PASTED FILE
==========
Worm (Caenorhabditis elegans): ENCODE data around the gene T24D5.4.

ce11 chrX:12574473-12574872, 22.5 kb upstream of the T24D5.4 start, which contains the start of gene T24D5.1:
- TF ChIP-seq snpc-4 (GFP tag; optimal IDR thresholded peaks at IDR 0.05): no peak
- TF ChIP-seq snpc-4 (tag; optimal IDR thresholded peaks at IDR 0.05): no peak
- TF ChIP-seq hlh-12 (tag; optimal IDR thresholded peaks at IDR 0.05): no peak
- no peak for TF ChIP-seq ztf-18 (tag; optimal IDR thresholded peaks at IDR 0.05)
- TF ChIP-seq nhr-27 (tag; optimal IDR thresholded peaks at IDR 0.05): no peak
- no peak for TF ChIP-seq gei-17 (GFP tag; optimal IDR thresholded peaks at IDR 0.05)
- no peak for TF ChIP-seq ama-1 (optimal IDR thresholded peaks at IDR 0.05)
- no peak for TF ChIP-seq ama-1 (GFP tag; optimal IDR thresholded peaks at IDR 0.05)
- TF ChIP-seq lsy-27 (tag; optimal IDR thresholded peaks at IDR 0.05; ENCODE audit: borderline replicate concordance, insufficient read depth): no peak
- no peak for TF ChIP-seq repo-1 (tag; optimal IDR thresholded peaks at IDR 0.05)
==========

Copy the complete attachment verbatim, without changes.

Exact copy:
Worm (Caenorhabditis elegans): ENCODE data around the gene T24D5.4.

ce11 chrX:12574473-12574872, 22.5 kb upstream of the T24D5.4 start, which contains the start of gene T24D5.1:
- TF ChIP-seq snpc-4 (GFP tag; optimal IDR thresholded peaks at IDR 0.05): no peak
- TF ChIP-seq snpc-4 (tag; optimal IDR thresholded peaks at IDR 0.05): no peak
- TF ChIP-seq hlh-12 (tag; optimal IDR thresholded peaks at IDR 0.05): no peak
- no peak for TF ChIP-seq ztf-18 (tag; optimal IDR thresholded peaks at IDR 0.05)
- TF ChIP-seq nhr-27 (tag; optimal IDR thresholded peaks at IDR 0.05): no peak
- no peak for TF ChIP-seq gei-17 (GFP tag; optimal IDR thresholded peaks at IDR 0.05)
- no peak for TF ChIP-seq ama-1 (optimal IDR thresholded peaks at IDR 0.05)
- no peak for TF ChIP-seq ama-1 (GFP tag; optimal IDR thresholded peaks at IDR 0.05)
- TF ChIP-seq lsy-27 (tag; optimal IDR thresholded peaks at IDR 0.05; ENCODE audit: borderline replicate concordance, insufficient read depth): no peak
- no peak for TF ChIP-seq repo-1 (tag; optimal IDR thresholded peaks at IDR 0.05)